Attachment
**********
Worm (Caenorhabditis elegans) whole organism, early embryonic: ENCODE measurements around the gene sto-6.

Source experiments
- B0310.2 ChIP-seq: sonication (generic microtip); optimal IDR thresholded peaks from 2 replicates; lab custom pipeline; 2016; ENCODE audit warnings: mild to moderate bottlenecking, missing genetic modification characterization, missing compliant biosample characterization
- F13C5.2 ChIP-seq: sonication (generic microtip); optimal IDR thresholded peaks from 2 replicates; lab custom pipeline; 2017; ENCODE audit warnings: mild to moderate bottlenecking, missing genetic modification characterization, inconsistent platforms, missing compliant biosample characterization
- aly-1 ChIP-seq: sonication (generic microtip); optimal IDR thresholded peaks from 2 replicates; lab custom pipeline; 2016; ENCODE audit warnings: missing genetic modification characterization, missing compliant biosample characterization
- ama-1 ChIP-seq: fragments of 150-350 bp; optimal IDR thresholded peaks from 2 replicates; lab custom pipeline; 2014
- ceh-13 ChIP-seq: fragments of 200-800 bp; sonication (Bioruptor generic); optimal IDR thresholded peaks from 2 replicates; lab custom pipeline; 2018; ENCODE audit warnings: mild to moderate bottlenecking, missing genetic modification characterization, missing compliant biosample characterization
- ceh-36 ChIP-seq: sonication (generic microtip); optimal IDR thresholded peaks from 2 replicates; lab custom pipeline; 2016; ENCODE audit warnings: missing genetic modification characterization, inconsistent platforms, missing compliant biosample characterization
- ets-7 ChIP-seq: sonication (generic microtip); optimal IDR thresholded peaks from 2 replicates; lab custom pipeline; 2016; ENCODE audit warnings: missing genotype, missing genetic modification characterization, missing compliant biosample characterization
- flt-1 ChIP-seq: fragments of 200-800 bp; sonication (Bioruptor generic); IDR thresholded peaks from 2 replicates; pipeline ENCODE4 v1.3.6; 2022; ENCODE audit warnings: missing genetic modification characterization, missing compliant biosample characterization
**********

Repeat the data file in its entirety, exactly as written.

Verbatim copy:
Worm (Caenorhabditis elegans) whole organism, early embryonic: ENCODE measurements around the gene sto-6.

Source experiments
- B0310.2 ChIP-seq: sonication (generic microtip); optimal IDR thresholded peaks from 2 replicates; lab custom pipeline; 2016; ENCODE audit warnings: mild to moderate bottlenecking, missing genetic modification characterization, missing compliant biosample characterization
- F13C5.2 ChIP-seq: sonication (generic microtip); optimal IDR thresholded peaks from 2 replicates; lab custom pipeline; 2017; ENCODE audit warnings: mild to moderate bottlenecking, missing genetic modification characterization, inconsistent platforms, missing compliant biosample characterization
- aly-1 ChIP-seq: sonication (generic microtip); optimal IDR thresholded peaks from 2 replicates; lab custom pipeline; 2016; ENCODE audit warnings: missing genetic modification characterization, missing compliant biosample characterization
- ama-1 ChIP-seq: fragments of 150-350 bp; optimal IDR thresholded peaks from 2 replicates; lab custom pipeline; 2014
- ceh-13 ChIP-seq: fragments of 200-800 bp; sonication (Bioruptor generic); optimal IDR thresholded peaks from 2 replicates; lab custom pipeline; 2018; ENCODE audit warnings: mild to moderate bottlenecking, missing genetic modification characterization, missing compliant biosample characterization
- ceh-36 ChIP-seq: sonication (generic microtip); optimal IDR thresholded peaks from 2 replicates; lab custom pipeline; 2016; ENCODE audit warnings: missing genetic modification characterization, inconsistent platforms, missing compliant biosample characterization
- ets-7 ChIP-seq: sonication (generic microtip); optimal IDR thresholded peaks from 2 replicates; lab custom pipeline; 2016; ENCODE audit warnings: missing genotype, missing genetic modification characterization, missing compliant biosample characterization
- flt-1 ChIP-seq: fragments of 200-800 bp; sonication (Bioruptor generic); IDR thresholded peaks from 2 replicates; pipeline ENCODE4 v1.3.6; 2022; ENCODE audit warnings: missing genetic modification characterization, missing compliant biosample characterization